Neonatal respiratory distress syndrome (NRDS) is a significant cause of mortality in preterm human infants. Because underdevelopment of the lungs is known to contribute to the pathogenesis of NRDS, corticosteroid treatment using synthetic glucocorticoids has been widely used to accelerate maturation of the type II alveolar cells and to prematurely initiate synthesis of surfactant. Dexamethasone has no effect upon the rate of synthesis of surfactant lipids when applied directly to cultured foetal type II cells. However, if type II cells are exposed to medium previously conditioned by cultured lung fibroblasts in the presence of dexamethasone, then there is a significant elevation (17.3% increase) in the rate of surfactant lipid synthesis. This indirect effect of dexamethasone, presumably acting via the production of fibroblast pneumocyte factor (FPF), is significantly greater if both the fibroblasts and type II cells are derived from female foetal rats (47.6% increase in PC synthesis) as compared to those derived from male foetuses (19.0% increase). The present study has confirmed that there are sexspecific and gestational age differences in the glucocorticoid receptor level of lung fibroblasts but not of type II cells, thus, regulation of the appearance of the v glucocorticoid receptor in foetal lungs in the later stages of gestation appears to be both sex- and cell-specific. The interaction of glucocorticoids with their specific receptor has also been shown to indirectly affect the rate of surfactant secretion. This study has demonstrated that -adrenergic receptors are present and functional in cultures enriched with foetal type II pneumocytes. The -adrenoreceptor activity is elevated if the type II cells are exposed to glucocorticoids but, as has been shown in this study, the elevation of receptor activity is significantly greater if the type II cells are exposed to media that had been previously conditioned by fibroblasts in the presence of glucocorticoids. Both of these effects are more pronounced if the type II cells were derived from female foetuses rather than from males, despite the cells being grown under similar conditions. The observed elevation in -adrenergic receptor activity in type II cells exposed to either glucocorticoids or fibroblast-conditioned media has been shown to lead to a greater physiological response to the -agonist, (—)-isoproterenol, as measured by surfactant lipid secretion. Indeed, there is a very strong correlation (r = 0.962) between the -adrenergic receptor activity and the ability of agonists to stimulate phospholipid secretion from type II cells. Given that the enhanced -adrenergic receptor activity of type II cells and the resultant cellular response to -agonists is higher if the cells are treated with FCM rather than with dexamethasone, it is suggested that these glucocorticoid-induced responses may be indirect via an increased release of FPF from lung fibroblasts.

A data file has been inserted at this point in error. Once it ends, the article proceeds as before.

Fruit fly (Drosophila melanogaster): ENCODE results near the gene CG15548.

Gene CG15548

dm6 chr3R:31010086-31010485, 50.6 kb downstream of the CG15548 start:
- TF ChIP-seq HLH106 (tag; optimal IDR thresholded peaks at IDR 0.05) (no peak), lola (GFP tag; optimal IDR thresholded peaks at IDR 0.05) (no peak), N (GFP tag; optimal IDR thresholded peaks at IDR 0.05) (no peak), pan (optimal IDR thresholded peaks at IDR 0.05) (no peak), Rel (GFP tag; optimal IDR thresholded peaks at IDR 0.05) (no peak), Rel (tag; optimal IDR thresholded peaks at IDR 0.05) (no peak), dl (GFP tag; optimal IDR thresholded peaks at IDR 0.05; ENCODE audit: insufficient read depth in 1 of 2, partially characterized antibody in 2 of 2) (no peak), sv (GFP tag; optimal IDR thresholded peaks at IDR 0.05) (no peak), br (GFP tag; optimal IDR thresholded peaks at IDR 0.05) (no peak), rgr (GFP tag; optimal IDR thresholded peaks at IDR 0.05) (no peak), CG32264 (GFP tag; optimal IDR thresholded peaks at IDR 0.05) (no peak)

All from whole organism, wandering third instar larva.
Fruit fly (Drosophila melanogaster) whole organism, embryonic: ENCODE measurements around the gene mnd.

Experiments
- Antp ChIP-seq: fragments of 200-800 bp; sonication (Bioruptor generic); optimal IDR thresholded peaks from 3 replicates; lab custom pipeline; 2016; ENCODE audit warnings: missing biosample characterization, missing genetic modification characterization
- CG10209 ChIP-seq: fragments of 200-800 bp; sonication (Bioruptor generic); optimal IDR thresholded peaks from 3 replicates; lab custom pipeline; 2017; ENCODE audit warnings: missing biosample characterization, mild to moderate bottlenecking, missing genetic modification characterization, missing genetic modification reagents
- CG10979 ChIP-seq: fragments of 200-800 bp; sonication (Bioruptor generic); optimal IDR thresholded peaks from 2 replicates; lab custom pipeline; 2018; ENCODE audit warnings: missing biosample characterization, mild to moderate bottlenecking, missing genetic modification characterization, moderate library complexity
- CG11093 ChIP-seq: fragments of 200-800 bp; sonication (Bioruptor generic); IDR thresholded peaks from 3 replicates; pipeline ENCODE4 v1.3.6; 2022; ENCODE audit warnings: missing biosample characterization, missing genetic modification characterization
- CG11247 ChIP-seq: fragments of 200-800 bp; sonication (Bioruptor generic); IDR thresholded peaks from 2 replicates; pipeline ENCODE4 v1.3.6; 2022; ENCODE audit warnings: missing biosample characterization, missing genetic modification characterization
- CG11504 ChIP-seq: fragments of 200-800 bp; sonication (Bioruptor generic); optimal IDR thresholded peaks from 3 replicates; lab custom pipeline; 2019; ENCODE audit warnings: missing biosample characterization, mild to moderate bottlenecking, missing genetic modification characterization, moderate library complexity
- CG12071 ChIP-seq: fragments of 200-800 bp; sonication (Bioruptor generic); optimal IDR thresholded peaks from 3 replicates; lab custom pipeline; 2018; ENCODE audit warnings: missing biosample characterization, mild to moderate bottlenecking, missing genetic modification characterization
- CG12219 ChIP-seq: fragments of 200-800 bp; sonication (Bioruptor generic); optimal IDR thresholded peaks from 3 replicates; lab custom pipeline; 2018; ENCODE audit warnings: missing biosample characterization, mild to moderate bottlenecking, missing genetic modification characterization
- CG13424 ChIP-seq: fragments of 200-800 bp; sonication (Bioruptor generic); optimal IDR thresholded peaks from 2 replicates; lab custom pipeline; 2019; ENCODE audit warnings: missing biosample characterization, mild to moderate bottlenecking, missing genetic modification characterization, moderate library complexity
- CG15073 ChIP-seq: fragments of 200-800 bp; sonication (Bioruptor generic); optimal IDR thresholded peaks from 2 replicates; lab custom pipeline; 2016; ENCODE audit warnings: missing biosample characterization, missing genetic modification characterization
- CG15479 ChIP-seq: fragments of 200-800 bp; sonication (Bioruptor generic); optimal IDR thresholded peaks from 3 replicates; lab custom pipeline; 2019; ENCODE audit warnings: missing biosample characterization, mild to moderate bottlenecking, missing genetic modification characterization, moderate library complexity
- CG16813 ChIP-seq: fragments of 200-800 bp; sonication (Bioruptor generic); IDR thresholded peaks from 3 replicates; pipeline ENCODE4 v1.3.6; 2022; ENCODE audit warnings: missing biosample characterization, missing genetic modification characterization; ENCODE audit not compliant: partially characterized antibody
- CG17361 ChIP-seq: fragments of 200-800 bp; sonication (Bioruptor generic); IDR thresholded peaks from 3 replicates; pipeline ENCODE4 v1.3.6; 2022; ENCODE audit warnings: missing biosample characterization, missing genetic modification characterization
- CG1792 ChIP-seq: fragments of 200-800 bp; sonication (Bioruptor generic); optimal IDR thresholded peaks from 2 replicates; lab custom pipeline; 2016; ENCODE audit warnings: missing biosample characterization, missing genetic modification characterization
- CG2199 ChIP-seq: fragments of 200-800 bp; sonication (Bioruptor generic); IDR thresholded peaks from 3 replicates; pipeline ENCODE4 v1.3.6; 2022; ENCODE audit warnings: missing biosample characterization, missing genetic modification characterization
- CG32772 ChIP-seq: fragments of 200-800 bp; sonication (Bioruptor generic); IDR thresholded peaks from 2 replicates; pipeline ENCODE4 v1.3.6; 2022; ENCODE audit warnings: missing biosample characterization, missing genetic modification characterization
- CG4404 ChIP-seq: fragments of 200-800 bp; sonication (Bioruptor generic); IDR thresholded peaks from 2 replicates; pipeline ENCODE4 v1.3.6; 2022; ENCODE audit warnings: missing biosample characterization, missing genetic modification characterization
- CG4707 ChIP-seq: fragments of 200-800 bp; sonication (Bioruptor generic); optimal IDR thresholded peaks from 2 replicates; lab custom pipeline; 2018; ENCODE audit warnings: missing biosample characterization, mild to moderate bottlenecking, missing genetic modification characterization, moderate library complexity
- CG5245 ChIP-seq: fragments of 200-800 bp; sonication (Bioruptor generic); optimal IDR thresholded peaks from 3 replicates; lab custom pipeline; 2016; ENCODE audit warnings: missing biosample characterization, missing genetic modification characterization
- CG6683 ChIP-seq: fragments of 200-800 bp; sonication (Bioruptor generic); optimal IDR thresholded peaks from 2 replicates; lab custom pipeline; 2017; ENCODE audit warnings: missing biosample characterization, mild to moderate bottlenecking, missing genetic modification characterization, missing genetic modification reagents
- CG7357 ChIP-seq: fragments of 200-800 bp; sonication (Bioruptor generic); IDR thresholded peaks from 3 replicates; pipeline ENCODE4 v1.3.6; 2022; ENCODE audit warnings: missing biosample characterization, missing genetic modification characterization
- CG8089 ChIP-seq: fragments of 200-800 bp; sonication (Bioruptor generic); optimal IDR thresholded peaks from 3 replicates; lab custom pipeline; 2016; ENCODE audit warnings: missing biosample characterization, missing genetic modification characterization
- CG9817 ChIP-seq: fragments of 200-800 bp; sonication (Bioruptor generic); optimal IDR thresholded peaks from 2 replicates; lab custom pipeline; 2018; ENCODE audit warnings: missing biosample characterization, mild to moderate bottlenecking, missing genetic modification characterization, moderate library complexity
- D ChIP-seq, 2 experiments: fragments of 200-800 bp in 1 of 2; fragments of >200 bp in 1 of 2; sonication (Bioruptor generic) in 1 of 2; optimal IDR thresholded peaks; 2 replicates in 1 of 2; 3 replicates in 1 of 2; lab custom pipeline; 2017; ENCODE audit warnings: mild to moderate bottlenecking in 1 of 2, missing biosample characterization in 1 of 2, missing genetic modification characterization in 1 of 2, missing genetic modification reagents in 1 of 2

Publication Type: Thesis (PhD)
      Murdoch Affiliation: School of Biological Sciences and Biotechnology
      Supervisor: cake, Max
      URI: http://researchrepository.murdoch.edu.au/id/eprint/6055